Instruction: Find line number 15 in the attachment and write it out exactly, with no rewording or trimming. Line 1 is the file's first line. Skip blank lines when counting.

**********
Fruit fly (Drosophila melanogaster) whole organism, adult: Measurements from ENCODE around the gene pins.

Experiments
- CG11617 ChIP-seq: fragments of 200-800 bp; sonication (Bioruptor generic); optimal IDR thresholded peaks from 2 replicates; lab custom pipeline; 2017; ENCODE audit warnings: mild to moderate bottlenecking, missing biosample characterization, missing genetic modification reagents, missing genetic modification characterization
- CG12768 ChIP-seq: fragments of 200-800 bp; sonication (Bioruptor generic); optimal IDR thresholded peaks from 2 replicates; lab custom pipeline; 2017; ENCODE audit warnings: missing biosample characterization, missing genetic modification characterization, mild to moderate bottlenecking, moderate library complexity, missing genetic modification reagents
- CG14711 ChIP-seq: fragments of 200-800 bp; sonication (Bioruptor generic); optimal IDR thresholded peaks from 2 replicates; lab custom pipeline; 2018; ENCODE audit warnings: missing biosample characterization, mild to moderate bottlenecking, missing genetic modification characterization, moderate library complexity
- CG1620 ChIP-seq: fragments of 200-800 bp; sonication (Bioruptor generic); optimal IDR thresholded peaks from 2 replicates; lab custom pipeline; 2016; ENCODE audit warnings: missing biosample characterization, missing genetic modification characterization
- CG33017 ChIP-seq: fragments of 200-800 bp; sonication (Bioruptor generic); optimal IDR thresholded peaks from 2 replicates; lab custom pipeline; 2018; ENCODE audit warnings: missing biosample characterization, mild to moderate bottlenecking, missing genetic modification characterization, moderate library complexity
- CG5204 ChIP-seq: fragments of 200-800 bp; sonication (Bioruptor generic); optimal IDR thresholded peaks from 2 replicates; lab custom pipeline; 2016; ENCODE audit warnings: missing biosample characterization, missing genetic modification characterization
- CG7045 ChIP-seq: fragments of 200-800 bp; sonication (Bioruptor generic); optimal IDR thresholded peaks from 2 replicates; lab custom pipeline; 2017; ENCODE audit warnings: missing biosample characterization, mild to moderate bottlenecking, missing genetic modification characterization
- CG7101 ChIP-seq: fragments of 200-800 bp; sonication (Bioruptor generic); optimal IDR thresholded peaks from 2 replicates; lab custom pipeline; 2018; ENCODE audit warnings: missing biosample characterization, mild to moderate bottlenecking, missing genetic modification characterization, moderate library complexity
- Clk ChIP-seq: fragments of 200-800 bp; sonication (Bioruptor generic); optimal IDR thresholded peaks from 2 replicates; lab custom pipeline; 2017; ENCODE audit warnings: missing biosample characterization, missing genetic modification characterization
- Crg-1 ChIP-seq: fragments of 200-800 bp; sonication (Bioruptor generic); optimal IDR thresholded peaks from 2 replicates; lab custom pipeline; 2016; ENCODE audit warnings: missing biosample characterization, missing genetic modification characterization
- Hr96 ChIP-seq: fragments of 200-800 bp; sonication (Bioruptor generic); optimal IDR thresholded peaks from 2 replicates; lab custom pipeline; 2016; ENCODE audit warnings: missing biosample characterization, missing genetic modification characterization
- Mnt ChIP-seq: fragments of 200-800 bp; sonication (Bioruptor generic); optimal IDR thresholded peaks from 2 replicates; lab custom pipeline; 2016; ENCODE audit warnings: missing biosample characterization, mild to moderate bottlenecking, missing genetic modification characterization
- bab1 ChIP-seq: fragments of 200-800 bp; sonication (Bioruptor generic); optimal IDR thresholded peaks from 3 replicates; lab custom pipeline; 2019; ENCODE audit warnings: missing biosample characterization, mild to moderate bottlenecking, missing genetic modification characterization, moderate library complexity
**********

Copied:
- bab1 ChIP-seq: fragments of 200-800 bp; sonication (Bioruptor generic); optimal IDR thresholded peaks from 3 replicates; lab custom pipeline; 2019; ENCODE audit warnings: missing biosample characterization, mild to moderate bottlenecking, missing genetic modification characterization, moderate library complexity